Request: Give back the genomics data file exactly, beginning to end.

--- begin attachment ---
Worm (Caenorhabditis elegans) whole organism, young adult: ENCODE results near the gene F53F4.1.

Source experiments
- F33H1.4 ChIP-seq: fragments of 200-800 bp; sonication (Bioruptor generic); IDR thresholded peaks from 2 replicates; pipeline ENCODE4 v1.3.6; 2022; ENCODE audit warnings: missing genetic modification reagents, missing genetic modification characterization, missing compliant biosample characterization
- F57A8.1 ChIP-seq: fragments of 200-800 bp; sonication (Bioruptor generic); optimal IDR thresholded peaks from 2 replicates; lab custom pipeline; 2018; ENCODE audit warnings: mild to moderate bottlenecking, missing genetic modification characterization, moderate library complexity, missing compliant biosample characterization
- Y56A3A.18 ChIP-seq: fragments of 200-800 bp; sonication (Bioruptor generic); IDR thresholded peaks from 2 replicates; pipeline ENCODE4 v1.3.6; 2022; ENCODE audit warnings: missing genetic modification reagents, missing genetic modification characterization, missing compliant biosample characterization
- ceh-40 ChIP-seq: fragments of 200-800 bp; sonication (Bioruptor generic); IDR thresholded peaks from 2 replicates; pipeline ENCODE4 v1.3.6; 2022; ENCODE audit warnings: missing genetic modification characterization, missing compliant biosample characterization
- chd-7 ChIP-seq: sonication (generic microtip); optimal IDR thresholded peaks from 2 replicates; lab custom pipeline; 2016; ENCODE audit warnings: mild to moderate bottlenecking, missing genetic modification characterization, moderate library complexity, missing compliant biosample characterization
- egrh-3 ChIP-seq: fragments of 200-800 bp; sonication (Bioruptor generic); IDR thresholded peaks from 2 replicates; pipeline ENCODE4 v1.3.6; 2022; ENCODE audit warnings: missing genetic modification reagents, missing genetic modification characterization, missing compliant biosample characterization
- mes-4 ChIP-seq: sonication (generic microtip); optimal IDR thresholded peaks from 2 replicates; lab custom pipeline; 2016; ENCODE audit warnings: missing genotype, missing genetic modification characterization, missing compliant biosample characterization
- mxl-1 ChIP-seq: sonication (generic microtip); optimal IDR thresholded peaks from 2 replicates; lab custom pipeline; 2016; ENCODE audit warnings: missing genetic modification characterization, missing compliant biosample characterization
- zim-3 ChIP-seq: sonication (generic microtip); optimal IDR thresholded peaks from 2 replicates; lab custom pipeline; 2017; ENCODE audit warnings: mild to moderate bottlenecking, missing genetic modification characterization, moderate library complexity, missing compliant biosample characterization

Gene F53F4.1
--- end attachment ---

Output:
Worm (Caenorhabditis elegans) whole organism, young adult: ENCODE results near the gene F53F4.1.

Source experiments
- F33H1.4 ChIP-seq: fragments of 200-800 bp; sonication (Bioruptor generic); IDR thresholded peaks from 2 replicates; pipeline ENCODE4 v1.3.6; 2022; ENCODE audit warnings: missing genetic modification reagents, missing genetic modification characterization, missing compliant biosample characterization
- F57A8.1 ChIP-seq: fragments of 200-800 bp; sonication (Bioruptor generic); optimal IDR thresholded peaks from 2 replicates; lab custom pipeline; 2018; ENCODE audit warnings: mild to moderate bottlenecking, missing genetic modification characterization, moderate library complexity, missing compliant biosample characterization
- Y56A3A.18 ChIP-seq: fragments of 200-800 bp; sonication (Bioruptor generic); IDR thresholded peaks from 2 replicates; pipeline ENCODE4 v1.3.6; 2022; ENCODE audit warnings: missing genetic modification reagents, missing genetic modification characterization, missing compliant biosample characterization
- ceh-40 ChIP-seq: fragments of 200-800 bp; sonication (Bioruptor generic); IDR thresholded peaks from 2 replicates; pipeline ENCODE4 v1.3.6; 2022; ENCODE audit warnings: missing genetic modification characterization, missing compliant biosample characterization
- chd-7 ChIP-seq: sonication (generic microtip); optimal IDR thresholded peaks from 2 replicates; lab custom pipeline; 2016; ENCODE audit warnings: mild to moderate bottlenecking, missing genetic modification characterization, moderate library complexity, missing compliant biosample characterization
- egrh-3 ChIP-seq: fragments of 200-800 bp; sonication (Bioruptor generic); IDR thresholded peaks from 2 replicates; pipeline ENCODE4 v1.3.6; 2022; ENCODE audit warnings: missing genetic modification reagents, missing genetic modification characterization, missing compliant biosample characterization
- mes-4 ChIP-seq: sonication (generic microtip); optimal IDR thresholded peaks from 2 replicates; lab custom pipeline; 2016; ENCODE audit warnings: missing genotype, missing genetic modification characterization, missing compliant biosample characterization
- mxl-1 ChIP-seq: sonication (generic microtip); optimal IDR thresholded peaks from 2 replicates; lab custom pipeline; 2016; ENCODE audit warnings: missing genetic modification characterization, missing compliant biosample characterization
- zim-3 ChIP-seq: sonication (generic microtip); optimal IDR thresholded peaks from 2 replicates; lab custom pipeline; 2017; ENCODE audit warnings: mild to moderate bottlenecking, missing genetic modification characterization, moderate library complexity, missing compliant biosample characterization

Gene F53F4.1